"Arab listeners experienced sadness evoked by maqam saba, distant desert by maqam hijaz"

Music of the Arabs by Habib Hassan Touma

A book review by Sami Asmar

Reprinted with permission from Al-Jadid Magazine
Revised for web version

Habib Touma's book Music of the Arabs is currently available in English by Amadeus Press after translation from the original German edition, with an accompanying (optional) compact disk. It is a nicely written personal perspective of Arab music by the Palestinian-born composer and ethnomusicologist working at the International Institute for Traditional Music in Germany, as well as an excellent reference for researchers in the field. It contains a large bibliography of books, papers, and discography in addition to an impressive glossary with a guide to transliteration and pronunciation of Arabic terminology and numerous illustrations and pictures not too common in print.

Dr. Touma superbly describes the historical development of Arabic music from the pre-Islamic period up to the nineteenth century. He proceeds to provide a good overview of traditional Arab musical instruments and the various genres of secular art music (e.g., nubah, muwashshah, etc.) and religious music (e.g., adhan, dhikr, etc.) He often includes technical details and analysis accompanied by musical notation that may only interest researchers and academicians, not the casually interested reader.

The book's approach to the conceptual heart of Arab music, the maqamat, centered around the development by Al-Farabi, is excellent but a little bit brief for such an important topic. I had hoped for a deeper discussion of the ideas rather than numerous, though useful, listing of all the possible maqamat.  Touma amply discusses the emotional content of the maqamat and described an experiment wherein Arab listeners experienced "sadness" evoked by maqam saba, "distant desert" by maqam hijaz, etc. Simplified as this experiment may be, it captures commonly accepted notions about evocation of particular emotions by Arab maqamat. The latter are the modal structures that guide compositions, especially improvised pieces called taqasim.

Music of the Arabs, however, would not serve as a good introduction to readers not already familiar with the subject; it is advanced reading. Throughout the book, Touma emphasizes regional folk music and rejects commonly accepted other musical forms of the Arab world due to possible western influence on them. While I completely endorse his viewpoint of trying to maintain the purity of Arab music, I feel it is unrealistic to completely dismiss what the Arab people consider their primary musical experience simply due to personal preferences.

Another reservation about this book is that it emphasizes Touma's own research in the folk music of North Africa and the Gulf states. While he addresses these two regions in great detail, from which we can learn a lot, he chose not to approach other regions of the Arab world or other musical styles with satisfying consistency.  Touma also stresses his dislike of western influence on Arab music possibly leaving some readers with the impression that all non-folk musical productions are dismissed as illegitimate Arab music including the works of greats like Mohammed Abd al-Wahhab. In fact, this includes anybody who sang or performed with an Arab orchestra since, according to Touma, the traditional Arab takht is the only acceptable ensemble.  While composers and singers like Sayyid Darwish, Abd al-Wahhab, and Um Kulthoum get mentioned in the book only in passing, Touma spends several paragraphs and a picture in praise of Munir Bashir. Although the latter is a great Iraqi 'ud player and world-renown composer, it is a puzzling presentation of the big picture of the music of the Arabs, perhaps Dr. Touma favors musicians over singers. For a contrasting perspective, see Victor Sahab's book "The Seven Greats of Arabic Music," for example.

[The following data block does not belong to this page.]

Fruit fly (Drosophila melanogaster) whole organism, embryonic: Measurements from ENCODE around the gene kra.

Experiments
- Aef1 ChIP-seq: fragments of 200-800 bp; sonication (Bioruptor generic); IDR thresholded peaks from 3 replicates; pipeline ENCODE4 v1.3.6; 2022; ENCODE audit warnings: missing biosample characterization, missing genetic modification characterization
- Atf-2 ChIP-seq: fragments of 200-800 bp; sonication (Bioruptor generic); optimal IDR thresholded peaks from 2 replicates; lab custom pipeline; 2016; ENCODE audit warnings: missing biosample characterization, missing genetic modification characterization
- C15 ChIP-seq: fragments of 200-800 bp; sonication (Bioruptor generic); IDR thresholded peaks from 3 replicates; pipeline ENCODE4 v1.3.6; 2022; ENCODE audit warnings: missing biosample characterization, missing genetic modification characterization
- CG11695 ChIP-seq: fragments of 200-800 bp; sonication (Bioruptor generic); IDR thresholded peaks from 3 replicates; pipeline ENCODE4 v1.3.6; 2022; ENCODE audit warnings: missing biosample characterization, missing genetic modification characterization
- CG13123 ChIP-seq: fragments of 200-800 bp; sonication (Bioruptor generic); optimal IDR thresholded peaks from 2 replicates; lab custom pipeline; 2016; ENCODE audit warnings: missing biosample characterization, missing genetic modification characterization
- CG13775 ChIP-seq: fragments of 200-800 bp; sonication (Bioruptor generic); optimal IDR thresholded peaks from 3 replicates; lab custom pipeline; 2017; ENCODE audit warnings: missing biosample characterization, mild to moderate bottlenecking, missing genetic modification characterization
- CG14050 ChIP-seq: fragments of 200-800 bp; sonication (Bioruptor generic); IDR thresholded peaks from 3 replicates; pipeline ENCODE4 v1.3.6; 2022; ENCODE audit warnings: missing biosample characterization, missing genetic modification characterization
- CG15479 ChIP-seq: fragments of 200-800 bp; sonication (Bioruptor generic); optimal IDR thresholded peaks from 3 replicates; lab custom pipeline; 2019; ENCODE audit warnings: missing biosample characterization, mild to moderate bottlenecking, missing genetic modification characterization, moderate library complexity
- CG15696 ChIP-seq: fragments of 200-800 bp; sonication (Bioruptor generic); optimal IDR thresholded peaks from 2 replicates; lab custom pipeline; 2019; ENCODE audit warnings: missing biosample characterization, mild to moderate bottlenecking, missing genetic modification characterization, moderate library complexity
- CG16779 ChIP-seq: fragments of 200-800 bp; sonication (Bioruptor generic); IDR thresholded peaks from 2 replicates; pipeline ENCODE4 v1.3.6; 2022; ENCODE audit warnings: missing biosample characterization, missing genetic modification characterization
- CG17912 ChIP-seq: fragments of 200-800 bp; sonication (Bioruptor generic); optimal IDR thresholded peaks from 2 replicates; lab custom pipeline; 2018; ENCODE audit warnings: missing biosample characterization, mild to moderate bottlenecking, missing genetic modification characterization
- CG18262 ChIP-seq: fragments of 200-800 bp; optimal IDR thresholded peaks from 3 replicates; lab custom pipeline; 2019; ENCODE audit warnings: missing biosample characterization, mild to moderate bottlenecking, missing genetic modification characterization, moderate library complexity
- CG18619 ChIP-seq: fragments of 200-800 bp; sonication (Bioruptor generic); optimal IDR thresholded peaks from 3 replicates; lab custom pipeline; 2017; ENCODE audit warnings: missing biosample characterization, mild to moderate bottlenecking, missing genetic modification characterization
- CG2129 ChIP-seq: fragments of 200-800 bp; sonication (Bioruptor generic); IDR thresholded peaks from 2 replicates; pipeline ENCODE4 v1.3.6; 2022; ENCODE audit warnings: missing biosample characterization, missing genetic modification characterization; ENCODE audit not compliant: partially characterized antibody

When reaching the historical development into the twentieth century, Touma dives into an editorial on the "irresponsible behavior of many Arabs" who felt that European culture is superior to theirs. He later dedicates a strongly worded chapter to the "problem of cultural identity" in which he opposes the fixation on the "musical new." Again, I agree with the spirit of his thesis and salute him for it due to the abundance of junk on the deafening speakers of night clubs and the idiotic "video clips" claiming to be Arab music. The next generation of unenviable historians will have to face that question.

A problem with the translation to English needs to be pointed out. Throughout the book, the term "Arabian" music is used where it is the modern convention to use "Arab" or "Arabic" (less preferred) music.

I enjoyed the book despite the didactic style of the late Habib Hassan Touma (d. 1998) who will be missed due to his great contributions to Arab musicology.  Arab music is one of the richest known art forms and has been written about in many books in Arabic and other languages. In English, one can find journal articles and, at best, chapters in books of world music. This makes Music of the Arabs one of the few published books in English dedicated to this subject. As such, it provides a great service and a valuable resource.


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